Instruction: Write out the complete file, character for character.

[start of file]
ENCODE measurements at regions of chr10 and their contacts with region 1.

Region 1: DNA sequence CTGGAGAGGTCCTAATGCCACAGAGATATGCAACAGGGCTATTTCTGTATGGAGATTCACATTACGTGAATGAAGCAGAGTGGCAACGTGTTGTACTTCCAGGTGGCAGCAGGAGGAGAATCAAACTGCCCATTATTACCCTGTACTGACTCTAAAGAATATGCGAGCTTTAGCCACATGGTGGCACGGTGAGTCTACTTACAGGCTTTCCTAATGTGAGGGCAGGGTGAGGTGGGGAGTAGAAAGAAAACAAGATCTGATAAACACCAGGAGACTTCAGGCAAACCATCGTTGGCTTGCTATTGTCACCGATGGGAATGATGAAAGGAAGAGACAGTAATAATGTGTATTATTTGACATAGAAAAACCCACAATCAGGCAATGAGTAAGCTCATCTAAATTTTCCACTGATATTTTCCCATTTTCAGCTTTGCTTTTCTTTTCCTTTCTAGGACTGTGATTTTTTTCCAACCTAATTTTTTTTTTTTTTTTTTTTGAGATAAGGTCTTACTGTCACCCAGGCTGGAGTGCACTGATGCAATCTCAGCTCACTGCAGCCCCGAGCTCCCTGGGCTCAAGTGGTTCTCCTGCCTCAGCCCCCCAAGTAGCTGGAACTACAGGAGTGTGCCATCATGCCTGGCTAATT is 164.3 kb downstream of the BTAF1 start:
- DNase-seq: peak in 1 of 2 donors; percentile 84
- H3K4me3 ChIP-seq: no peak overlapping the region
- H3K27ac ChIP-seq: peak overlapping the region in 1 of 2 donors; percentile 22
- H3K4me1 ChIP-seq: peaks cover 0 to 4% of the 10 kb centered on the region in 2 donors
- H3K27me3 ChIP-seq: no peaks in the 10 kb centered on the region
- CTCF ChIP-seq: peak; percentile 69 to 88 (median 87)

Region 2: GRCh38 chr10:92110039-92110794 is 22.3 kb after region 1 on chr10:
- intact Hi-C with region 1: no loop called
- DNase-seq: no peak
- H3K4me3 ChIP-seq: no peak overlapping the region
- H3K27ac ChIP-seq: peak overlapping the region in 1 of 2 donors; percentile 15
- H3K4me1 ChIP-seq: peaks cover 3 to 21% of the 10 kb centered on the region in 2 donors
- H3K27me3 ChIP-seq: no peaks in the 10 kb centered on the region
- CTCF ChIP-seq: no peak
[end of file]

ENCODE measurements at regions of chr10 and their contacts with region 1.

Region 1: DNA sequence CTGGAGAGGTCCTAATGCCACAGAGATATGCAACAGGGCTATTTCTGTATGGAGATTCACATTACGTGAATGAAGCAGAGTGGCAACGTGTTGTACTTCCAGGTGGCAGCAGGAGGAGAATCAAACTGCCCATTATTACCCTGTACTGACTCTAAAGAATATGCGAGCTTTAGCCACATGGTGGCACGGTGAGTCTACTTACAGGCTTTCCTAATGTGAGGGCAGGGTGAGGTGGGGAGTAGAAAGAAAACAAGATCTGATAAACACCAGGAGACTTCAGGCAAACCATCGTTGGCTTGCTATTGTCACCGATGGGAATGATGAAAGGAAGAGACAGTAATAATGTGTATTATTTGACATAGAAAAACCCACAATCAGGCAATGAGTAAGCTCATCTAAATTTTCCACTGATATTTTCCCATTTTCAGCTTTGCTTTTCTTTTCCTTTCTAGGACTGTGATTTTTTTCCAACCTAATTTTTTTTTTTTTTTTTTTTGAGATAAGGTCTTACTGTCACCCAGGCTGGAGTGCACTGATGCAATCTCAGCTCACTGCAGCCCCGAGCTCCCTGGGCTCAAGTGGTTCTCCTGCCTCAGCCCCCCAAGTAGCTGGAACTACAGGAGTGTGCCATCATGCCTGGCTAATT is 164.3 kb downstream of the BTAF1 start:
- DNase-seq: peak in 1 of 2 donors; percentile 84
- H3K4me3 ChIP-seq: no peak overlapping the region
- H3K27ac ChIP-seq: peak overlapping the region in 1 of 2 donors; percentile 22
- H3K4me1 ChIP-seq: peaks cover 0 to 4% of the 10 kb centered on the region in 2 donors
- H3K27me3 ChIP-seq: no peaks in the 10 kb centered on the region
- CTCF ChIP-seq: peak; percentile 69 to 88 (median 87)

Region 2: GRCh38 chr10:92110039-92110794 is 22.3 kb after region 1 on chr10:
- intact Hi-C with region 1: no loop called
- DNase-seq: no peak
- H3K4me3 ChIP-seq: no peak overlapping the region
- H3K27ac ChIP-seq: peak overlapping the region in 1 of 2 donors; percentile 15
- H3K4me1 ChIP-seq: peaks cover 3 to 21% of the 10 kb centered on the region in 2 donors
- H3K27me3 ChIP-seq: no peaks in the 10 kb centered on the region
- CTCF ChIP-seq: no peak